During a radio interview this morning general manager Theo Epstein noted that the Red Sox unsuccessfully tried to work out a long-term contract extension with Jacoby Ellsbury in the past and would still like to do so, but the center fielder’s price tag is rising rapidly.
Here’s what Epstein said on the Dennis and Callahan Show:
This isn’t the right forum to talk about it. Those conversations are always behind closed doors. But I guess it’s not a secret we sat down and tried in the past to do that, lock Jacoby up, and I hope we’ll sit down in the future again and try to do it once more at the appropriate time. He’s somebody we’ve long believed in, we’ve long seen as a core young member of the organization that we would love to keep around.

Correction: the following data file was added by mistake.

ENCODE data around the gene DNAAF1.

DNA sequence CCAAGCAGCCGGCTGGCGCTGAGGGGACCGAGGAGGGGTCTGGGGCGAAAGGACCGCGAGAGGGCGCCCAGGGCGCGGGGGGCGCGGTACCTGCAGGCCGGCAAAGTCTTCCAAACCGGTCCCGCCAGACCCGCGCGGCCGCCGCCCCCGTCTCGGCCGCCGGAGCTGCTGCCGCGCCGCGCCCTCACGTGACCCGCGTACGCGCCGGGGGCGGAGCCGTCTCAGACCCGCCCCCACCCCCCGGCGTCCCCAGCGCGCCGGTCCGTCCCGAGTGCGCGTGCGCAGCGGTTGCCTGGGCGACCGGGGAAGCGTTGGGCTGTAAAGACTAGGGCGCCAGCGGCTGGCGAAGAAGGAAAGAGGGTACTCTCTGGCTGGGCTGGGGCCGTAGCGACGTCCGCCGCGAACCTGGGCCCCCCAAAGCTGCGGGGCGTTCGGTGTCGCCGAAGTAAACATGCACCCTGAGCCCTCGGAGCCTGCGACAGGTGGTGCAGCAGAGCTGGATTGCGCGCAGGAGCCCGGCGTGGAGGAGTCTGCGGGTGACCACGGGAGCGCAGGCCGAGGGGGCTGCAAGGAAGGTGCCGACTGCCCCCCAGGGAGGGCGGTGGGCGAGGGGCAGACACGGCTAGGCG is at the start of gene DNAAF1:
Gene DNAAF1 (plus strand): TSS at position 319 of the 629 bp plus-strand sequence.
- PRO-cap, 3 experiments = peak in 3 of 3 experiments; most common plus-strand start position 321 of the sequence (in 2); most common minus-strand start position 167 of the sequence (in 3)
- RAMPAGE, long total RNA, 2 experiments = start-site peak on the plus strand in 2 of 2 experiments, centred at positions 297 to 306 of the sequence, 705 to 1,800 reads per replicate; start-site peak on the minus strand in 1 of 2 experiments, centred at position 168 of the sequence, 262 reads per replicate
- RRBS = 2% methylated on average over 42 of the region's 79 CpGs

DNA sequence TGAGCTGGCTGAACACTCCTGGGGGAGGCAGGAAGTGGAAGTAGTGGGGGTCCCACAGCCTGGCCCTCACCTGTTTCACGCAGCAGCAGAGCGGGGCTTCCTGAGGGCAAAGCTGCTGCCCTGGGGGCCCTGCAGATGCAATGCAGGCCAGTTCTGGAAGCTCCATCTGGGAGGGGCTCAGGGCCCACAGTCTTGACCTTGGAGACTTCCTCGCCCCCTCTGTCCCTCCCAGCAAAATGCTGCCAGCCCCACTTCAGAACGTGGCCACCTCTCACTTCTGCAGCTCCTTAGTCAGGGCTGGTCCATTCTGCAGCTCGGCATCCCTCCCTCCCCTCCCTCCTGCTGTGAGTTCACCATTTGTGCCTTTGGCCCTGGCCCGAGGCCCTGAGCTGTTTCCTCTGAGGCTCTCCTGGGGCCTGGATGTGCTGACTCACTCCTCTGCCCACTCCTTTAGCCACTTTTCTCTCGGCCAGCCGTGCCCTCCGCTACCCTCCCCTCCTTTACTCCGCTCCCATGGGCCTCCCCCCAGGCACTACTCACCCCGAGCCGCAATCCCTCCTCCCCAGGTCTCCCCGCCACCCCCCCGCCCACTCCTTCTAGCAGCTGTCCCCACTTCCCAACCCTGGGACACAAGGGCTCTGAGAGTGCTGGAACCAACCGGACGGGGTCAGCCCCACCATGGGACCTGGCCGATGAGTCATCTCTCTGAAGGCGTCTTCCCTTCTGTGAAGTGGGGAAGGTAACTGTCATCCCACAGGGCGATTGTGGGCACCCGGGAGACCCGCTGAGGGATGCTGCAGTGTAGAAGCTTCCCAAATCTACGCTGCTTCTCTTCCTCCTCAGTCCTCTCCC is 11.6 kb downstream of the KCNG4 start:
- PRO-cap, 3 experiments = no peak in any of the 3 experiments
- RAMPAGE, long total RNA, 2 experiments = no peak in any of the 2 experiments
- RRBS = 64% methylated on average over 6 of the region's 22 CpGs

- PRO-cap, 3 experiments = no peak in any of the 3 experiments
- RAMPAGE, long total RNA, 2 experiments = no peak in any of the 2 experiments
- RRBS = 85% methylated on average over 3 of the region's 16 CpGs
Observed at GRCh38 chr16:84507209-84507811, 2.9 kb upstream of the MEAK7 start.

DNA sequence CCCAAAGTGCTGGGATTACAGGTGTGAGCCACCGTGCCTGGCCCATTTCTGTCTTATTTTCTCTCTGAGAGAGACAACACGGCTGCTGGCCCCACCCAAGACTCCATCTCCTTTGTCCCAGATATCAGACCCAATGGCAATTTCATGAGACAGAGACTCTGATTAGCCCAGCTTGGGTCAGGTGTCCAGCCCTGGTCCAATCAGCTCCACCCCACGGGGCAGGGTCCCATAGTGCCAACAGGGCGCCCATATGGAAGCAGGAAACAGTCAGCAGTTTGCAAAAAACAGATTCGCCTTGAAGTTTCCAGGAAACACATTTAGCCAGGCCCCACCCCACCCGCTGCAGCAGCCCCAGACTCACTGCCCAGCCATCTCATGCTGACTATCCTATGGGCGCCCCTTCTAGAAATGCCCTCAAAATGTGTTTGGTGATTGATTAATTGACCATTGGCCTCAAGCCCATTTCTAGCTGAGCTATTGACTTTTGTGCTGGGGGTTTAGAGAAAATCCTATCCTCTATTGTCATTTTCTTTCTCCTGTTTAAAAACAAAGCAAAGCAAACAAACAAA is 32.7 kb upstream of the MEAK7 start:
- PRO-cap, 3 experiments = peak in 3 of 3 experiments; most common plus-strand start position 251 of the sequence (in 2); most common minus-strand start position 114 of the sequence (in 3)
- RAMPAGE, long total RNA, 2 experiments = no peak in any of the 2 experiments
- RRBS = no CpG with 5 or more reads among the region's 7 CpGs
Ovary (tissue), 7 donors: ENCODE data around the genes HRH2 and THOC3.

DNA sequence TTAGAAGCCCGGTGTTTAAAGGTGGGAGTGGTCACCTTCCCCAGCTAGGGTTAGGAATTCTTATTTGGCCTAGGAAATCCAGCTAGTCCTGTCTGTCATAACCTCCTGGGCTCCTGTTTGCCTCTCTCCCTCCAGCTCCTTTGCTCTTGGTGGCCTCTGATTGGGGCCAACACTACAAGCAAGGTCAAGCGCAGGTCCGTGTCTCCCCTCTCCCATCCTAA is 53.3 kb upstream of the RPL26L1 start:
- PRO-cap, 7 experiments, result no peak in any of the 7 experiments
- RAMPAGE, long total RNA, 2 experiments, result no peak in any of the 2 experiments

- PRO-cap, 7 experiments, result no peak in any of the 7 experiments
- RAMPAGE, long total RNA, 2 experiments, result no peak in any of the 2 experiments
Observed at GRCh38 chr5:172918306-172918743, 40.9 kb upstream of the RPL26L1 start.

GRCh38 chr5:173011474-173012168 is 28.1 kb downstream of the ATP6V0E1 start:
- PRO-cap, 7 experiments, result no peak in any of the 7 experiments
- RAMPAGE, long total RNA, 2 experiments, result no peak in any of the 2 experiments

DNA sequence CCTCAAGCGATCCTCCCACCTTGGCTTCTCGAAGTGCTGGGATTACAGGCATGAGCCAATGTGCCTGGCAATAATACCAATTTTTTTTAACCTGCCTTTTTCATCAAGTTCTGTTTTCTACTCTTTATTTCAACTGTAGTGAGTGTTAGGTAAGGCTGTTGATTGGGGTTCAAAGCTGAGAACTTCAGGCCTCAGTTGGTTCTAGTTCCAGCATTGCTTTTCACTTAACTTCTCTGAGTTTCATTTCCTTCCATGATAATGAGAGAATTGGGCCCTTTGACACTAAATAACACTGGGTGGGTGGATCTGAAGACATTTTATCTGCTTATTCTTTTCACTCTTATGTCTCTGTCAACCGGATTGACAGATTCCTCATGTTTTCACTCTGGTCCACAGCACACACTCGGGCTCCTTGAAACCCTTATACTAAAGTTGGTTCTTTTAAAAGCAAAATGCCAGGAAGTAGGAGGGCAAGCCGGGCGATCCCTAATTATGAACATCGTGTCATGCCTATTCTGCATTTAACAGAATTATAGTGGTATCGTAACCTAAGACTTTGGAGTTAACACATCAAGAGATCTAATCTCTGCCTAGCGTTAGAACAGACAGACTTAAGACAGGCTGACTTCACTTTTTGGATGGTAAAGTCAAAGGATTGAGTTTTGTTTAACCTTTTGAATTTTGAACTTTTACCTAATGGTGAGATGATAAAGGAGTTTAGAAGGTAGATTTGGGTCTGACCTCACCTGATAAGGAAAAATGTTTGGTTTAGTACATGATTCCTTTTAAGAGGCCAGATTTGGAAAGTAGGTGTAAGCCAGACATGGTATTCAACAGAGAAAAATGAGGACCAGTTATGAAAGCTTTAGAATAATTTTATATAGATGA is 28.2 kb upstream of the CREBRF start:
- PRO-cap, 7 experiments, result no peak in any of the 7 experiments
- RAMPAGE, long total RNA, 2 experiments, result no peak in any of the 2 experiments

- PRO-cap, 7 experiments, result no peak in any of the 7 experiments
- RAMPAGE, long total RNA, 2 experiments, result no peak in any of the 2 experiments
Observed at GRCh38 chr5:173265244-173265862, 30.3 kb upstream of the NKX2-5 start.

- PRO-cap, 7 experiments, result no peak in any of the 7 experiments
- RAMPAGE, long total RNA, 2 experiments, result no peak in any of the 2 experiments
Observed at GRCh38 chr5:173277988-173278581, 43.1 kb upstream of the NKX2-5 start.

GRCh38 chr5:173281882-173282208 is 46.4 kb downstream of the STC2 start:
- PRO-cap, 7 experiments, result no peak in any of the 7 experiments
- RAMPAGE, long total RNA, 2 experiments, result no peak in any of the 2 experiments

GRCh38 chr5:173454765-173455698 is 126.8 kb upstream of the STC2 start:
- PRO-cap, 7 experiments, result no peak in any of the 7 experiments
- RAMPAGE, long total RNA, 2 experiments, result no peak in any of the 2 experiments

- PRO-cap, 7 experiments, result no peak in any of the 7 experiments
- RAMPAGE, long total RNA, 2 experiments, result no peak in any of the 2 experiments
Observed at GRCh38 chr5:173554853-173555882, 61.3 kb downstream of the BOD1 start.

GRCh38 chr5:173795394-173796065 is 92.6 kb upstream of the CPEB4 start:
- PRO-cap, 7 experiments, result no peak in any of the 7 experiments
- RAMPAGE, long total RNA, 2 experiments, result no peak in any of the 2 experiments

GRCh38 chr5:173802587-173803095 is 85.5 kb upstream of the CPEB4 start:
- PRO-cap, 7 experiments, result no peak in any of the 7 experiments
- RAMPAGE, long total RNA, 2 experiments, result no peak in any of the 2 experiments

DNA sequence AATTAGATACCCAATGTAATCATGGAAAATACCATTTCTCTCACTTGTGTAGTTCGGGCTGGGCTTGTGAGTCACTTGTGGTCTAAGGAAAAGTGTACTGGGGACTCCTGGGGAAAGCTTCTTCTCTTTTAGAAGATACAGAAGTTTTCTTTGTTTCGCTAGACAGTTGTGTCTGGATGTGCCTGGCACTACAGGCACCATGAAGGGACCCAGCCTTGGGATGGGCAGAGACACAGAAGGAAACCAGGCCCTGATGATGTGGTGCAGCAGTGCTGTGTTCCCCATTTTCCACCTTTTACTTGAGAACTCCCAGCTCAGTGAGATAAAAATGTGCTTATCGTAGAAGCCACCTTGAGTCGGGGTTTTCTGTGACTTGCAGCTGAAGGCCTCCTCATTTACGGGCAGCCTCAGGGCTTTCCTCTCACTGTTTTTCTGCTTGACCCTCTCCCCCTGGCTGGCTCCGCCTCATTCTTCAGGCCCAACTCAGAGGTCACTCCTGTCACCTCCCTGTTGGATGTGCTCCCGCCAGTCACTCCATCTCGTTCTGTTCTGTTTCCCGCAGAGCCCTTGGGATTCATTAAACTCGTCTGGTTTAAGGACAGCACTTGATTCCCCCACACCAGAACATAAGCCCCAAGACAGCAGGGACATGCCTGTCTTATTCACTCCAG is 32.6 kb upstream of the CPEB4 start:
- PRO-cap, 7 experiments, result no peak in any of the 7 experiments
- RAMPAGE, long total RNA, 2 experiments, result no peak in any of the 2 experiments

Ellsbury is earning $2.4 million in his first season of arbitration eligibility and will be under team control in 2012 and 2013, so there’s no rush to get something done. On the other hand, he’s bounced back from an injury wrecked 2010 to hit .316 with 15 homers in 95 games after totaling 20 homers in his first 349 games, which along with having Scott Boras as an agent guarantees Ellsbury will be looking to break the bank.
Plus, as Rob Bradford of WEEI.com points out Boras has typically tried to avoid letting his clients give up free agent years as part of contract extensions, so even if the Red Sox are willing to meet his rising asking price that may not even be an option. Quite a bit different than just a year ago, when Ellsbury hit .192 and was limited to 18 games by injuries.